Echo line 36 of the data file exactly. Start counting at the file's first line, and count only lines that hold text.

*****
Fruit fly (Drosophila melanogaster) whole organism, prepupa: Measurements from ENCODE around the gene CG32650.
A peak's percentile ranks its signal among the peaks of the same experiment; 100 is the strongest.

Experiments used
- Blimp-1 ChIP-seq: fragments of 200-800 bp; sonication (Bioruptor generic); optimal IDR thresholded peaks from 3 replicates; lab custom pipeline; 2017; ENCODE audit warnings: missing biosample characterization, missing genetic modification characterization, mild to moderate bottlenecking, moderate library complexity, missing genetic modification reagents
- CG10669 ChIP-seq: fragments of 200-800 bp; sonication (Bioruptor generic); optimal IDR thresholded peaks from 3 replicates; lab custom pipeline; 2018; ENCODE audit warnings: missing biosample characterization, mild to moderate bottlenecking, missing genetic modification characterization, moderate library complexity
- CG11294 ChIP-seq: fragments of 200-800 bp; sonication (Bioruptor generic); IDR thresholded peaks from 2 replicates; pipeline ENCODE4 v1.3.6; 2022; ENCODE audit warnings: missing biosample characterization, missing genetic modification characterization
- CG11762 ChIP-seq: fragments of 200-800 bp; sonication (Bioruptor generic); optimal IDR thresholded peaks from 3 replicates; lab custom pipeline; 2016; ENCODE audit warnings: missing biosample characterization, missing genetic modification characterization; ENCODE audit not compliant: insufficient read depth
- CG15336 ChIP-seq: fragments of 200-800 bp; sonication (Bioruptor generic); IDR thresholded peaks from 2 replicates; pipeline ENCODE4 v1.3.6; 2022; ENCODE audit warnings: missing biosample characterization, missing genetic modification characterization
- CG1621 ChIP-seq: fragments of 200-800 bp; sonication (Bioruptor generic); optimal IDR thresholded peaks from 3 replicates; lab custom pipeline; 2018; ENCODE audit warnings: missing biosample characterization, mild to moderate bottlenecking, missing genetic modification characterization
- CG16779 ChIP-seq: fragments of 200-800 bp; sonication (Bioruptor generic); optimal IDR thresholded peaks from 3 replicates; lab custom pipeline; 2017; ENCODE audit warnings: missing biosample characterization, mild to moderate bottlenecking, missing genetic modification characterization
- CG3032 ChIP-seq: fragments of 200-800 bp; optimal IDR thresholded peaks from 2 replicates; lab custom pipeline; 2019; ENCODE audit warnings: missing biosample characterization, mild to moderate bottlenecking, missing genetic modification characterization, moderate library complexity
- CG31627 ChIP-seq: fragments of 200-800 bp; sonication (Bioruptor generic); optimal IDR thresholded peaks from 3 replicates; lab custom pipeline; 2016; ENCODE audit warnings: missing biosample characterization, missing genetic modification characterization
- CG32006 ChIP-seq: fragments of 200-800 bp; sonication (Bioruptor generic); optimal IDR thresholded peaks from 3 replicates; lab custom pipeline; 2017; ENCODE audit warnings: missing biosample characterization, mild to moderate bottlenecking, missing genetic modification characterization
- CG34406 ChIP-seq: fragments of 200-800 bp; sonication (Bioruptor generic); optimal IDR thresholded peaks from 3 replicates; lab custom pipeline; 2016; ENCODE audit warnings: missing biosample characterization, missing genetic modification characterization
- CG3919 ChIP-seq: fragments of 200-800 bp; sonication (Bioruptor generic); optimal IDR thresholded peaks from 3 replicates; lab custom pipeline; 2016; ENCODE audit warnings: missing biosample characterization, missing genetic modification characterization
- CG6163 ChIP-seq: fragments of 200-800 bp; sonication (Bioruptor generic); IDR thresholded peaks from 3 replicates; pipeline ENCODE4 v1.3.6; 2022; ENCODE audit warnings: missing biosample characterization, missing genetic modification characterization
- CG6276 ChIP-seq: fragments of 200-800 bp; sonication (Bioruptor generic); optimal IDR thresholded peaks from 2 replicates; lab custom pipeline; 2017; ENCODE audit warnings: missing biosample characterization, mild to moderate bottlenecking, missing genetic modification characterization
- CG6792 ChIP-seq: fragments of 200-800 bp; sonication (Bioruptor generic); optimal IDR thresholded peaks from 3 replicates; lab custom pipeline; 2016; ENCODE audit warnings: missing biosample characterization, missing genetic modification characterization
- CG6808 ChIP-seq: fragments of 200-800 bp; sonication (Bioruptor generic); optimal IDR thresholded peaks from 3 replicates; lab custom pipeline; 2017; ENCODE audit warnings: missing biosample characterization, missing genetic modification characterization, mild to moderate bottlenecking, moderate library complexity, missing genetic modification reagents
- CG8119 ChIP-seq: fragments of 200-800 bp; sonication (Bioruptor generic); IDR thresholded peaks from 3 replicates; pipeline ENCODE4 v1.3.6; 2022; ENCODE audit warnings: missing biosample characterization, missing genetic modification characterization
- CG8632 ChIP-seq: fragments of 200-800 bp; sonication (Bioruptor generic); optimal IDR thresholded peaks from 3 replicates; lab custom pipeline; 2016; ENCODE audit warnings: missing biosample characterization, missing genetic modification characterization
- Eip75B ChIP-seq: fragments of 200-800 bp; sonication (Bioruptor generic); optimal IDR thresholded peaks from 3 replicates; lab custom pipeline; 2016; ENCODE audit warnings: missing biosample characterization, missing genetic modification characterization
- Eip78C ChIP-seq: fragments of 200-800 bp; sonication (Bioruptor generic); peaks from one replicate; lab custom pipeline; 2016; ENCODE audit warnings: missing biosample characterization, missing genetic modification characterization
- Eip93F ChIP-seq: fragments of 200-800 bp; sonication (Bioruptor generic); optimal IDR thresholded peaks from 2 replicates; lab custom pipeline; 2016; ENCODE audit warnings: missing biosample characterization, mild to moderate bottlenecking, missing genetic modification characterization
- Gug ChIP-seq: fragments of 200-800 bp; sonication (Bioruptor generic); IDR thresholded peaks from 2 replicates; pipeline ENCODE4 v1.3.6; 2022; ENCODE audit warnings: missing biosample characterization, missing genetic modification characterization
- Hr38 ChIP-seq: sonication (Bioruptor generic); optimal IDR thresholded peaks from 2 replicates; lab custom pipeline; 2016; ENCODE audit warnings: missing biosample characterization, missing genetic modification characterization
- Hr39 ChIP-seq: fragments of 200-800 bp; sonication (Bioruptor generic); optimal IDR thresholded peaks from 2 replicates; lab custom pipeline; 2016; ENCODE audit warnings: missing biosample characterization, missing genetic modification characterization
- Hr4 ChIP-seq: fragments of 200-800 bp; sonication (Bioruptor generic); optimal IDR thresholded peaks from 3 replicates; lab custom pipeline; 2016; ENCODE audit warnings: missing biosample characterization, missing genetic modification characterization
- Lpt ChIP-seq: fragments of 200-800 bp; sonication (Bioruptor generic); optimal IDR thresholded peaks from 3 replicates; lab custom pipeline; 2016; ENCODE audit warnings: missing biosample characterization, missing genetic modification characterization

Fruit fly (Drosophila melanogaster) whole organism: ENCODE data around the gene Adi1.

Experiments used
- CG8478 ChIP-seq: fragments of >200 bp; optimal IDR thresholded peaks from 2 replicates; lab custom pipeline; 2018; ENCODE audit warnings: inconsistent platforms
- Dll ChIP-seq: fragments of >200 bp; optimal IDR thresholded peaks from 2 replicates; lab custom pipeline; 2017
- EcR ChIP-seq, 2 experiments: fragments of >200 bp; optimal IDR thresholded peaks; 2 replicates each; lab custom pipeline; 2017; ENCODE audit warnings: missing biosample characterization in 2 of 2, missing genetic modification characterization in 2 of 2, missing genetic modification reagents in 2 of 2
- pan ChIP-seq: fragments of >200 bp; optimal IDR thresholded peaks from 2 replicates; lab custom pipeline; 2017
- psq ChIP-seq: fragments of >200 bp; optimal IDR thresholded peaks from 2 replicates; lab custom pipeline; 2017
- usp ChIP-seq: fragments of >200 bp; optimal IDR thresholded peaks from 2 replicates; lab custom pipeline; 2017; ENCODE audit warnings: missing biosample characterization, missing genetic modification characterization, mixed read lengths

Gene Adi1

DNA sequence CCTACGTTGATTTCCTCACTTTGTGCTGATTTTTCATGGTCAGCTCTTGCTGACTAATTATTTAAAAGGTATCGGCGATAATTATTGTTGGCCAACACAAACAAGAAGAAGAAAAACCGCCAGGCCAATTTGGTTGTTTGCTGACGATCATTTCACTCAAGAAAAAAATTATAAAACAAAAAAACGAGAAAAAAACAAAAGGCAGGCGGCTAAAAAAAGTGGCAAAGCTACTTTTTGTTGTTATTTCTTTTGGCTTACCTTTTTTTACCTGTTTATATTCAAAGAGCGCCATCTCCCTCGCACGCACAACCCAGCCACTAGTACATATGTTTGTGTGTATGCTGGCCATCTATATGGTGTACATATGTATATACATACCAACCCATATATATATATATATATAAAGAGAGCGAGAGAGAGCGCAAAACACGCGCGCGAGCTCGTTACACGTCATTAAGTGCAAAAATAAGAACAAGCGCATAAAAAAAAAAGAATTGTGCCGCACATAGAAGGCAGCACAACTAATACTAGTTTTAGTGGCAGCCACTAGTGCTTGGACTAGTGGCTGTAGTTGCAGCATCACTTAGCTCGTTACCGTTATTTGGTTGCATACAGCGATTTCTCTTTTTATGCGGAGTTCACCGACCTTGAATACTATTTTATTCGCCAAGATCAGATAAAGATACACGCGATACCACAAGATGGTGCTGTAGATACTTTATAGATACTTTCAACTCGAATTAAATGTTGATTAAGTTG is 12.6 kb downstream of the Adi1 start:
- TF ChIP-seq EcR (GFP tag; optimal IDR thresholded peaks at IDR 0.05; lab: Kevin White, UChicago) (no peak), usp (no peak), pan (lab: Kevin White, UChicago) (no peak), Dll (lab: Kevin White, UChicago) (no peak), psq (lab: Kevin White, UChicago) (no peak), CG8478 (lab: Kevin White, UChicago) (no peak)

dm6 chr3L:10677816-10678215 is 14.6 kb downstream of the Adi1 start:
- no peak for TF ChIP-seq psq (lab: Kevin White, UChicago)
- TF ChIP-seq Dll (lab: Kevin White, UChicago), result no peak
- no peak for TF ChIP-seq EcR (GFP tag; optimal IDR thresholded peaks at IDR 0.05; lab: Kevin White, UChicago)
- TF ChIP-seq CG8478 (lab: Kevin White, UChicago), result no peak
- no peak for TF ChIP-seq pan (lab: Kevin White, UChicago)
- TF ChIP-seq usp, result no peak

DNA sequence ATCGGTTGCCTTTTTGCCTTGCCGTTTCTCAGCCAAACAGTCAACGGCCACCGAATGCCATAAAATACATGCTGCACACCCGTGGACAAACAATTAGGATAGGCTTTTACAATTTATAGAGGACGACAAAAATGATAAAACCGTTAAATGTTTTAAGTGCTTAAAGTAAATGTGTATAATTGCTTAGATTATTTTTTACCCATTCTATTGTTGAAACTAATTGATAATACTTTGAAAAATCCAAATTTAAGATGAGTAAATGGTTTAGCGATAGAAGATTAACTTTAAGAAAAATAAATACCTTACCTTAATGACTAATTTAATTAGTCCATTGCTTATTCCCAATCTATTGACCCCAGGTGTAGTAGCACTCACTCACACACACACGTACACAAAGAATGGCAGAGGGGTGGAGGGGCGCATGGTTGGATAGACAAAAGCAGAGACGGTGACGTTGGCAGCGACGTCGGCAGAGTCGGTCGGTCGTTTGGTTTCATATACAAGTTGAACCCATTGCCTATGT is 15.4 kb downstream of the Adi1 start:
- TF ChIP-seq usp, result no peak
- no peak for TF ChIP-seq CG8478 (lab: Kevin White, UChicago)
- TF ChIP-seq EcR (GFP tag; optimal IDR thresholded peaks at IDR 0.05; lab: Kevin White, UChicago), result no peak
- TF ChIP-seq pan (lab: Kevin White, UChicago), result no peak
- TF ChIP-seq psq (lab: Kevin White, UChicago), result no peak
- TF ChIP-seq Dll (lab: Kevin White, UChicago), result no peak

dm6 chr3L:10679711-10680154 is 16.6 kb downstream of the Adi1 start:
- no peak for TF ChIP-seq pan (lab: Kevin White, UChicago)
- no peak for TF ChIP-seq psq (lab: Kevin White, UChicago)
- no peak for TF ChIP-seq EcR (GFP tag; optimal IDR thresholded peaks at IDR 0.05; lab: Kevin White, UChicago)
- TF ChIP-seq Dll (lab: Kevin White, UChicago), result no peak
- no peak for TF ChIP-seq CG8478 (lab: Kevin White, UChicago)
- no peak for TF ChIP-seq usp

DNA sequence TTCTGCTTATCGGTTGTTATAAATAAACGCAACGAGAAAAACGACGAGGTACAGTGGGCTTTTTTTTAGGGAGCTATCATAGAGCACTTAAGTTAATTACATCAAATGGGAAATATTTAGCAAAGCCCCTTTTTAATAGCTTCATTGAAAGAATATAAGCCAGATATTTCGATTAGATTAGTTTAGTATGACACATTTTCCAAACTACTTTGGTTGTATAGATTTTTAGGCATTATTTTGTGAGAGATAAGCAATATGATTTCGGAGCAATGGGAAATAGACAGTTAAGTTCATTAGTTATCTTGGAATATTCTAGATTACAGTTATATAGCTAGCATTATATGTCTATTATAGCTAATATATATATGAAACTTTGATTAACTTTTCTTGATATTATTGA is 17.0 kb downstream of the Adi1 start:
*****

- psq ChIP-seq: fragments of >200 bp; optimal IDR thresholded peaks from 2 replicates; lab custom pipeline; 2017